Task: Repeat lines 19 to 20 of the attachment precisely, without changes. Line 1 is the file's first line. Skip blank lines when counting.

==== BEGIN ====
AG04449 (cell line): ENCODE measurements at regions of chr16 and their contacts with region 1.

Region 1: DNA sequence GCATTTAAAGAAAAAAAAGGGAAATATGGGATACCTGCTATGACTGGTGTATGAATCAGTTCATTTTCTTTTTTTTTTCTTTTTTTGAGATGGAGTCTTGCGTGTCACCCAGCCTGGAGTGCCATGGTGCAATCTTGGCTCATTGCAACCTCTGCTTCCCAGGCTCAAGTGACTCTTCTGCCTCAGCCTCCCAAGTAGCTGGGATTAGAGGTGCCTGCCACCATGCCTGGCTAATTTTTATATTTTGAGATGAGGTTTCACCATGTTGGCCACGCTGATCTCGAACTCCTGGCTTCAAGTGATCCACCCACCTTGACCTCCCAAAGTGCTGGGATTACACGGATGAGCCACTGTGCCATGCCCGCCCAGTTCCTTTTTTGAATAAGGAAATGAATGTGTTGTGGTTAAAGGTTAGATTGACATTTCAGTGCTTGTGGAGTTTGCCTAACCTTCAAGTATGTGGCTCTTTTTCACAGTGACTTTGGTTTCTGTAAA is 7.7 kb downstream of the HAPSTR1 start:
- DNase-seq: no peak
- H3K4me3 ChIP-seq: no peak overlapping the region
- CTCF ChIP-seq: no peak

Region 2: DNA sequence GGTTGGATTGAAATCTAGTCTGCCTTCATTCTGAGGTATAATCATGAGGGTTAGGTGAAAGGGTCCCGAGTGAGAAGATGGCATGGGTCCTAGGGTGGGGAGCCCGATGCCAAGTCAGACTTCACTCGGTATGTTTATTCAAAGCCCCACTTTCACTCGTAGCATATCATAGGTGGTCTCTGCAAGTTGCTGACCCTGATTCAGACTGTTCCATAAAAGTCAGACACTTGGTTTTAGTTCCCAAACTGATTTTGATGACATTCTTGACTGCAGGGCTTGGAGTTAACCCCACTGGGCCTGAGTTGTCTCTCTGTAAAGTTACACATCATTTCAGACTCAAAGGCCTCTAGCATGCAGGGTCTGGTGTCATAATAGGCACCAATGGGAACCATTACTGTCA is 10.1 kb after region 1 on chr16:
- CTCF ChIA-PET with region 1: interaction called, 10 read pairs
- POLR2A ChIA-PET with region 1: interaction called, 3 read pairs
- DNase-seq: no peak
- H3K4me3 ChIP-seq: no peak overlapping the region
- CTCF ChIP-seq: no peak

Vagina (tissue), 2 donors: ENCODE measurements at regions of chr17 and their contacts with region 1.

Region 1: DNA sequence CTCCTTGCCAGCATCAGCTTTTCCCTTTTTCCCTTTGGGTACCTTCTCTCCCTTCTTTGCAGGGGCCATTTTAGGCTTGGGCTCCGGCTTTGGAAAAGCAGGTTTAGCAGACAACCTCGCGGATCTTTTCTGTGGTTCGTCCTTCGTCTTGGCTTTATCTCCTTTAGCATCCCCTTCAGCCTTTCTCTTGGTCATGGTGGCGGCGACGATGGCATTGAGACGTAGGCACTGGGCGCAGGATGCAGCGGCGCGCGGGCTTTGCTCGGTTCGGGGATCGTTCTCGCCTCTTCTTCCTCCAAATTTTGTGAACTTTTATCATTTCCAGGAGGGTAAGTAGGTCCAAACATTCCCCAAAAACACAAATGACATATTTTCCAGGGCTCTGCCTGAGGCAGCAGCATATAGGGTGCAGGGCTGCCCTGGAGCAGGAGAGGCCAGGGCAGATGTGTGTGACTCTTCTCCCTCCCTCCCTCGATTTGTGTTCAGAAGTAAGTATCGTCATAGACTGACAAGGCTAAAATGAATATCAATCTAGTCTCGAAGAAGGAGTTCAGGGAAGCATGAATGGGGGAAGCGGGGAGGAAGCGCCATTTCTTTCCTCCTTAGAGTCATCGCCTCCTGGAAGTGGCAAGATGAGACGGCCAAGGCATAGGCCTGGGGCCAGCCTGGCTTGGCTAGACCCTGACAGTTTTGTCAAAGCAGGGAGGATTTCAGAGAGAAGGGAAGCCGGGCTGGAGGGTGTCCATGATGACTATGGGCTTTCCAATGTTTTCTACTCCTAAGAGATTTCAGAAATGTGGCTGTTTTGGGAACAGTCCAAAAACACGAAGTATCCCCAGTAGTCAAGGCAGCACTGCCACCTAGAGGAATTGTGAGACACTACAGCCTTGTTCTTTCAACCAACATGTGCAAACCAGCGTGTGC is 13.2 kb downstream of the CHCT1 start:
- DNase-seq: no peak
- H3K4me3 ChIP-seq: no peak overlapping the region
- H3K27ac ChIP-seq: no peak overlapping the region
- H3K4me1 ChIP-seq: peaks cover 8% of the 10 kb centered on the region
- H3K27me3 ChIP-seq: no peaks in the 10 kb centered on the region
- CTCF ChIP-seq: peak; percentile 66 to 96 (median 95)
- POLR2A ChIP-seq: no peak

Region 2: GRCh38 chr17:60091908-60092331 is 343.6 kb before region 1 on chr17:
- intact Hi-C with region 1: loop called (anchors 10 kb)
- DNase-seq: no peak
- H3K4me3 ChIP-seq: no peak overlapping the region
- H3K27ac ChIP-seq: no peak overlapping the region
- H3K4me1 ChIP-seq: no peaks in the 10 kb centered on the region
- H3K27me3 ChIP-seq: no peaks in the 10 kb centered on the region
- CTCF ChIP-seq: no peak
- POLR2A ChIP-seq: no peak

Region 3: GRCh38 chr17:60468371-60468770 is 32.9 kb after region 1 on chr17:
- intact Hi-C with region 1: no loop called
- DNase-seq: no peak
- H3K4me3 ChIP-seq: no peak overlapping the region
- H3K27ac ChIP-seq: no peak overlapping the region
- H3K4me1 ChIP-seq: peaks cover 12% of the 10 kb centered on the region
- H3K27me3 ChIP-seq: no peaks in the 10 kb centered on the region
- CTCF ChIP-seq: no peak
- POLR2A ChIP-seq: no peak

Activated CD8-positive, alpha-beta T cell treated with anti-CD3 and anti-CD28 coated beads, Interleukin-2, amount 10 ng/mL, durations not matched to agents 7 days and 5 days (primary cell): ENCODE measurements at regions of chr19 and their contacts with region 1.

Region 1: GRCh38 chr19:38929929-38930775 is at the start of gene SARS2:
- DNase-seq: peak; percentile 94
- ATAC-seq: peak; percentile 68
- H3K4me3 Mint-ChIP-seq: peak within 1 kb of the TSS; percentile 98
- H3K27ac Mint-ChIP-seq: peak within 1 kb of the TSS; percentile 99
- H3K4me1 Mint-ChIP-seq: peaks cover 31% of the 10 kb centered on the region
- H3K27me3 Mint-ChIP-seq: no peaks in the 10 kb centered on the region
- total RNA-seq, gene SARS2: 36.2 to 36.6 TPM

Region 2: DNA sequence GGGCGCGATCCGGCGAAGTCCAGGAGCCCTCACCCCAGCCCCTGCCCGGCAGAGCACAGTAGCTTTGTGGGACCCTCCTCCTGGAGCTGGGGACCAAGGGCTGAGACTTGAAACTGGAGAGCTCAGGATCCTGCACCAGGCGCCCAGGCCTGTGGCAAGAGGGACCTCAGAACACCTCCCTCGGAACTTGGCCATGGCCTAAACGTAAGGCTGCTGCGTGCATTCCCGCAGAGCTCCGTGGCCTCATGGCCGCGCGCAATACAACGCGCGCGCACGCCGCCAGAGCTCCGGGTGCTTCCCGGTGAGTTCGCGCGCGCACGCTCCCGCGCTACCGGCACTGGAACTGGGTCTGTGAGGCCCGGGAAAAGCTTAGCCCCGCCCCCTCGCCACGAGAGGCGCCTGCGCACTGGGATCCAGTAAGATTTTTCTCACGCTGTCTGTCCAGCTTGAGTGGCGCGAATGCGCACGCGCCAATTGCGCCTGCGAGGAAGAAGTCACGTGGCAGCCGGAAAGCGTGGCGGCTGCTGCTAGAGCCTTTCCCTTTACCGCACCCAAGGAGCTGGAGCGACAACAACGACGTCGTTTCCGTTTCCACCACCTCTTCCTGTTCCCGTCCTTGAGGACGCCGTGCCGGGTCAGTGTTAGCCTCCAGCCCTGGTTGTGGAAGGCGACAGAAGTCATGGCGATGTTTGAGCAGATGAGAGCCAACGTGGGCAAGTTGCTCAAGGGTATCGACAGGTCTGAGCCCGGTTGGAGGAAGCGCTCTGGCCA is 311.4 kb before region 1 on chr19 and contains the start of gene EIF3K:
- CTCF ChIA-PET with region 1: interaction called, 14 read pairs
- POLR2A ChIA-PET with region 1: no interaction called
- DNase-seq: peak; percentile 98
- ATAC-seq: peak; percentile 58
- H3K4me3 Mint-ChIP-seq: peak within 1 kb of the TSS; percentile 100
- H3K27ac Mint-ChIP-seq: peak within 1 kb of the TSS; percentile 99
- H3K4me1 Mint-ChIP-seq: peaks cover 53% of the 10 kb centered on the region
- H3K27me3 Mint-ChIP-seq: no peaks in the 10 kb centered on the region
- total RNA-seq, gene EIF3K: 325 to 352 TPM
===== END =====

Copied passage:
- CTCF ChIP-seq: peak; percentile 66 to 96 (median 95)
- POLR2A ChIP-seq: no peak